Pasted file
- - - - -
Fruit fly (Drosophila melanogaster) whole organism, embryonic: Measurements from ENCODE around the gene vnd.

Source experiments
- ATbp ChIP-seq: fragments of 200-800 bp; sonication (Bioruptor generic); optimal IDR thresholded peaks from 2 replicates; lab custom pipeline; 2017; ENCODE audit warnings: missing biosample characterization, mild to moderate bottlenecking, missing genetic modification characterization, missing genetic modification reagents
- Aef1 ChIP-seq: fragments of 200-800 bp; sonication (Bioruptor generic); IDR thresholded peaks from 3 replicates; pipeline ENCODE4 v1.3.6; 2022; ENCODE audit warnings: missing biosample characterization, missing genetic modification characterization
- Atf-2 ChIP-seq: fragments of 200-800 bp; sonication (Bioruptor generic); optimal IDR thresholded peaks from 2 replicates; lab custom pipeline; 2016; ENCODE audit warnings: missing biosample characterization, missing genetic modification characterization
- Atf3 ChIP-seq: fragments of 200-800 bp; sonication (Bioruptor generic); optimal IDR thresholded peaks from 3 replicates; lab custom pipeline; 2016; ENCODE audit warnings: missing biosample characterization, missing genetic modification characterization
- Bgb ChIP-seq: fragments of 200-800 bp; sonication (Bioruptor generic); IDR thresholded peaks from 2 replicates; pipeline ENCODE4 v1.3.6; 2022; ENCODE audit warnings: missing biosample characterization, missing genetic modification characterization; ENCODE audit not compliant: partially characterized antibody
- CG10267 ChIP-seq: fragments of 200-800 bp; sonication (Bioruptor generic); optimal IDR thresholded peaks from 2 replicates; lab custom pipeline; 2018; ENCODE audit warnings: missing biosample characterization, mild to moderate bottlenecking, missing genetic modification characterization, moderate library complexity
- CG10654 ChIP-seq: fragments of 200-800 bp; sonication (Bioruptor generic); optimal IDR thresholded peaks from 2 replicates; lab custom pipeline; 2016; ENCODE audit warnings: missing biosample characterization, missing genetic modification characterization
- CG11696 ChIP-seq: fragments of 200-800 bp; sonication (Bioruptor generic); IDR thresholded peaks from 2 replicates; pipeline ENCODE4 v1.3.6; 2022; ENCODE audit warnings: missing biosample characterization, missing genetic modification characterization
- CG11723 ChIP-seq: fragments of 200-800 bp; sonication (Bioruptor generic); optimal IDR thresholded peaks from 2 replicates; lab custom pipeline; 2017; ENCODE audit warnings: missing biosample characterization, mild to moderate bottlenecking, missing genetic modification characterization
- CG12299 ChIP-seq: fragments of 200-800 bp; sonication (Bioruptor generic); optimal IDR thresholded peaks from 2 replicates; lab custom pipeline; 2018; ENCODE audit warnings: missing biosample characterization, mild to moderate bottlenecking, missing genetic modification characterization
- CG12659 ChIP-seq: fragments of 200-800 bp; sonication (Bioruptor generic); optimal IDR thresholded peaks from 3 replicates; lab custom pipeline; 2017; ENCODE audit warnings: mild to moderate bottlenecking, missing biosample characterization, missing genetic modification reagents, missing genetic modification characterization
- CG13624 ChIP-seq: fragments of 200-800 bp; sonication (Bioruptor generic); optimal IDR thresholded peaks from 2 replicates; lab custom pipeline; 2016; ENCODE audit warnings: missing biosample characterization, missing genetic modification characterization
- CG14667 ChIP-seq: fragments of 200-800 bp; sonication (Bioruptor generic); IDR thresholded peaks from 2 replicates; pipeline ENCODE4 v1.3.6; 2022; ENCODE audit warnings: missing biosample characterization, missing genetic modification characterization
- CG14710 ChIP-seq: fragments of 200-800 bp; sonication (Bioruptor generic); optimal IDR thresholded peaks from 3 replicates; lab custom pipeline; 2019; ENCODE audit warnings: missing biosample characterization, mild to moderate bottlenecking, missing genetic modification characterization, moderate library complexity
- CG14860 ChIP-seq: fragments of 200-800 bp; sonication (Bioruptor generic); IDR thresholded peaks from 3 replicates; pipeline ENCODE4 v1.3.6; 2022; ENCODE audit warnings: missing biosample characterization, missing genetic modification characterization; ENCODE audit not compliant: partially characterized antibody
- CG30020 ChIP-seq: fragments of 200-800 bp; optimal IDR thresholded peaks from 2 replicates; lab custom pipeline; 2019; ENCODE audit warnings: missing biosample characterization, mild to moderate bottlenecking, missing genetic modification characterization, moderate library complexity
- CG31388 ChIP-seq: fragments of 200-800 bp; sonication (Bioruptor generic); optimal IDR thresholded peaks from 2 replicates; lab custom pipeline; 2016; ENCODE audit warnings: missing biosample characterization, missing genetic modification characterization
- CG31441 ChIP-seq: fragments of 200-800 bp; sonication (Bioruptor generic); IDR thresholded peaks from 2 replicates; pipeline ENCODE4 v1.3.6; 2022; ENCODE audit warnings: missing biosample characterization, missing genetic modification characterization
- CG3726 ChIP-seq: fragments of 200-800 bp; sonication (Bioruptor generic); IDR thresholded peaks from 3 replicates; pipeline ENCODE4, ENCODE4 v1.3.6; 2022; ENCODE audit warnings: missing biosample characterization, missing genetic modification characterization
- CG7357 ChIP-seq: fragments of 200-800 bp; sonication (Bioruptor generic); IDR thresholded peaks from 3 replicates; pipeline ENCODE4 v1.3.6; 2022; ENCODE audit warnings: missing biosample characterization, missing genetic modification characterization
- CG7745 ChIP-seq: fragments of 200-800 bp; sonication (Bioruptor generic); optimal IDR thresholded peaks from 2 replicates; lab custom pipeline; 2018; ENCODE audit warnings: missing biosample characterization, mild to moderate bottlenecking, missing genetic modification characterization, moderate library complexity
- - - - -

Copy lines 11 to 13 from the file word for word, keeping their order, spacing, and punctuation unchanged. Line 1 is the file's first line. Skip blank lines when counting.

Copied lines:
- CG11723 ChIP-seq: fragments of 200-800 bp; sonication (Bioruptor generic); optimal IDR thresholded peaks from 2 replicates; lab custom pipeline; 2017; ENCODE audit warnings: missing biosample characterization, mild to moderate bottlenecking, missing genetic modification characterization
- CG12299 ChIP-seq: fragments of 200-800 bp; sonication (Bioruptor generic); optimal IDR thresholded peaks from 2 replicates; lab custom pipeline; 2018; ENCODE audit warnings: missing biosample characterization, mild to moderate bottlenecking, missing genetic modification characterization
- CG12659 ChIP-seq: fragments of 200-800 bp; sonication (Bioruptor generic); optimal IDR thresholded peaks from 3 replicates; lab custom pipeline; 2017; ENCODE audit warnings: mild to moderate bottlenecking, missing biosample characterization, missing genetic modification reagents, missing genetic modification characterization